Every June, fireflies light up the Smoky Mountains with their exuberant courtship displays – sure, it all seems very romantic. But a few years ago I spent some weeks with colleagues studying the predators that take advantage of these dense breeding aggregations. We knew that certain insectivores – like birds and lizards – avoid eating fireflies because they’re toxic. So we didn’t expect to find many predators enjoying this luminous feast. Little did we realize how gore-filled that summer would turn out to be!*
* You can read our Dark Side paper here: Lewis, S.M., L. Faust, and R. De Cock. 2012. The Dark Side of the Light Show: Predators of Fireflies in Great Smoky Mountains. Psyche, 634027.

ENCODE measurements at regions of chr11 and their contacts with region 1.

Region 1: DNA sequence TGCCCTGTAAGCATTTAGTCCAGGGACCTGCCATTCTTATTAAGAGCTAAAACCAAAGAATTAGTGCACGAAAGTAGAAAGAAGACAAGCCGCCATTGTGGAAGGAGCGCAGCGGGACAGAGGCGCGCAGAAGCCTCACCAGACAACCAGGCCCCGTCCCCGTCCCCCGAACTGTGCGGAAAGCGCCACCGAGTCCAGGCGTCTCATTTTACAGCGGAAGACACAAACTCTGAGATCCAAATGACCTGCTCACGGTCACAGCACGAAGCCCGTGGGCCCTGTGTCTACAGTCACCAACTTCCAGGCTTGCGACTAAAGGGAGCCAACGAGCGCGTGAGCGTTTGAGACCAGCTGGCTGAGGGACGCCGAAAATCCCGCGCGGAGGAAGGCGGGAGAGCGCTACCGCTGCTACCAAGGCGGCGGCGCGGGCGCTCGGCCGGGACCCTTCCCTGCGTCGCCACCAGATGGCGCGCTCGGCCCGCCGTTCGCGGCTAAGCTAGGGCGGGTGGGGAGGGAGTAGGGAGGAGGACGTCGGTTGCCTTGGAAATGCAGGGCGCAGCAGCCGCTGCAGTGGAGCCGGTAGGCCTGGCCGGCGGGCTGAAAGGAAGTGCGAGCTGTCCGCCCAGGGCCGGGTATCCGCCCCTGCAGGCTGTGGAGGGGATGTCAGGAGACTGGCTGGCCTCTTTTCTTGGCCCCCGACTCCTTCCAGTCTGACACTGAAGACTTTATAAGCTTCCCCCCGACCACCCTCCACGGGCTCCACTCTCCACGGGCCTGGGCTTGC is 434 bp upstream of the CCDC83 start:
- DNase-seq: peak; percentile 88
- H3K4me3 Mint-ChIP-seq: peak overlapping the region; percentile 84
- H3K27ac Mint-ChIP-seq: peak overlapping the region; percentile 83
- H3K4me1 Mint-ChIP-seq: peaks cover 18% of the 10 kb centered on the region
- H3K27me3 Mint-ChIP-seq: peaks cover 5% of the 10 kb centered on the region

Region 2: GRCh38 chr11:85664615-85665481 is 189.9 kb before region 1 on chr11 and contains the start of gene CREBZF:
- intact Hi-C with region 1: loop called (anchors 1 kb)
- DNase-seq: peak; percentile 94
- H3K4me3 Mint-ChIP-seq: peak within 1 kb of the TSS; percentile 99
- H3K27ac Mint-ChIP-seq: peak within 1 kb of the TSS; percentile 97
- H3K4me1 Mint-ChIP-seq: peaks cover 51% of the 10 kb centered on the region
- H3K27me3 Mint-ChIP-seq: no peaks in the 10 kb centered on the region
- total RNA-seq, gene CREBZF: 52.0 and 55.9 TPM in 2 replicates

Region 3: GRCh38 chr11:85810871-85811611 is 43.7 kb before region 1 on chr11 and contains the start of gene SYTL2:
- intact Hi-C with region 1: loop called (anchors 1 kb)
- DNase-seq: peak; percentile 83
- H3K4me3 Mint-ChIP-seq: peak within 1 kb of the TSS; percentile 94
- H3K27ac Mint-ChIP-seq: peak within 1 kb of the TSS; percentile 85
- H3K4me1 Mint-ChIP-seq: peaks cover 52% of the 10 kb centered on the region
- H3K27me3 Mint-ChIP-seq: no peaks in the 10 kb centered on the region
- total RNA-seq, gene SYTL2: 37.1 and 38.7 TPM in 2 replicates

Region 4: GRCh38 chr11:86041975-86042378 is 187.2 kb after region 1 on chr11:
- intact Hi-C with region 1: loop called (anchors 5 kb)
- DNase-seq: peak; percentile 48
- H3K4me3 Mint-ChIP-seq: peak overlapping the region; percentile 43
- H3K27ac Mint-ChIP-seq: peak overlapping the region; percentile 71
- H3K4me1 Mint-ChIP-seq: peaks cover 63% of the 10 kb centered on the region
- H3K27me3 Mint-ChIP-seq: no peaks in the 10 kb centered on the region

Thrilled to announce that the Firefly Genome Project will soon start deciphering the genetic blueprint of the U.S. Big Dipper firefly, Photinus pyralis!
More than 80 people from many different countries helped us crowdfund this path-breaking scientific initiative by contributing & by spreading the word – thanks to all!
And another great thing is that we’ll be providing open access to the DNA sequence data, which we hope will inspire lots more exciting firefly science in the future.
You can learn more about the goals & progress of this collaborative project at Experiment.com.